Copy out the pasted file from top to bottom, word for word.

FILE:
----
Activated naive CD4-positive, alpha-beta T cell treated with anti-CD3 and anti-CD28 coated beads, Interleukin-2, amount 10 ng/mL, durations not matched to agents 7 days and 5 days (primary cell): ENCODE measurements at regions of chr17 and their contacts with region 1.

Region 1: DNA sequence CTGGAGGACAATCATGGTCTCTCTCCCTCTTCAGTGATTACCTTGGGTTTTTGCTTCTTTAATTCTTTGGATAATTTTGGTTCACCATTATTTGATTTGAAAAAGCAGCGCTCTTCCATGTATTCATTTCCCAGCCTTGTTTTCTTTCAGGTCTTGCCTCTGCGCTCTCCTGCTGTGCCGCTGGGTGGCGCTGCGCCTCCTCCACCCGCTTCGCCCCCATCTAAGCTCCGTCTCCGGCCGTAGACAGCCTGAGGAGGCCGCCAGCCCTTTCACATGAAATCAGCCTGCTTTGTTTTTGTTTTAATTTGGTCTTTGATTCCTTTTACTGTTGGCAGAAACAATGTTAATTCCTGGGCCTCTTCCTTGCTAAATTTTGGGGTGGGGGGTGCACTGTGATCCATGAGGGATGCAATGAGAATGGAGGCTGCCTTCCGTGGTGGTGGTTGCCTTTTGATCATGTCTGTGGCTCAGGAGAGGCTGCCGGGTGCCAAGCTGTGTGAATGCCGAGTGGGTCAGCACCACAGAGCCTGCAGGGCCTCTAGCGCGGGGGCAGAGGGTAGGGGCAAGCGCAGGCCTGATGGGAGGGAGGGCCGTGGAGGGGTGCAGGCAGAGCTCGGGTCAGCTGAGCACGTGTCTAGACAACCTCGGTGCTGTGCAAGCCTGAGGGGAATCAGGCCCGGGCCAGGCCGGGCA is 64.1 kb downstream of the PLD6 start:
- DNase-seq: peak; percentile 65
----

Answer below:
Activated naive CD4-positive, alpha-beta T cell treated with anti-CD3 and anti-CD28 coated beads, Interleukin-2, amount 10 ng/mL, durations not matched to agents 7 days and 5 days (primary cell): ENCODE measurements at regions of chr17 and their contacts with region 1.

Region 1: DNA sequence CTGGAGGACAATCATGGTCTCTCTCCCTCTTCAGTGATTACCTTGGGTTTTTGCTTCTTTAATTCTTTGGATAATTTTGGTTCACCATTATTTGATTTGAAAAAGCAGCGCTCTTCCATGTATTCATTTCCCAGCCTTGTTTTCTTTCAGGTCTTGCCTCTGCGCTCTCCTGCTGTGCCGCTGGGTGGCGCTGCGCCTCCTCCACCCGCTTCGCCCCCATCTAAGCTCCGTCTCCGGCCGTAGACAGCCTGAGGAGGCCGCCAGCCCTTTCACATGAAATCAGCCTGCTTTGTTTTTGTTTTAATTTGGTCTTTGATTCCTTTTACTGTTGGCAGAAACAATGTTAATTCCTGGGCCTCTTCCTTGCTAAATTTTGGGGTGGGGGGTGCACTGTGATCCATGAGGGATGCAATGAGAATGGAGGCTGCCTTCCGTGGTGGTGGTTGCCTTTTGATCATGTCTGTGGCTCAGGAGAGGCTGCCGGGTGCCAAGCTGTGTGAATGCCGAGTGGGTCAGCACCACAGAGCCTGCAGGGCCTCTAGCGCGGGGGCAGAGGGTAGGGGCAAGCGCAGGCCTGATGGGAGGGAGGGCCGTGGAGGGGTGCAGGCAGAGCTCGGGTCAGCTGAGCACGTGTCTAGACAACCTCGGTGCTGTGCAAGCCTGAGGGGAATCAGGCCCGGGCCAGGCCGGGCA is 64.1 kb downstream of the PLD6 start:
- DNase-seq: peak; percentile 65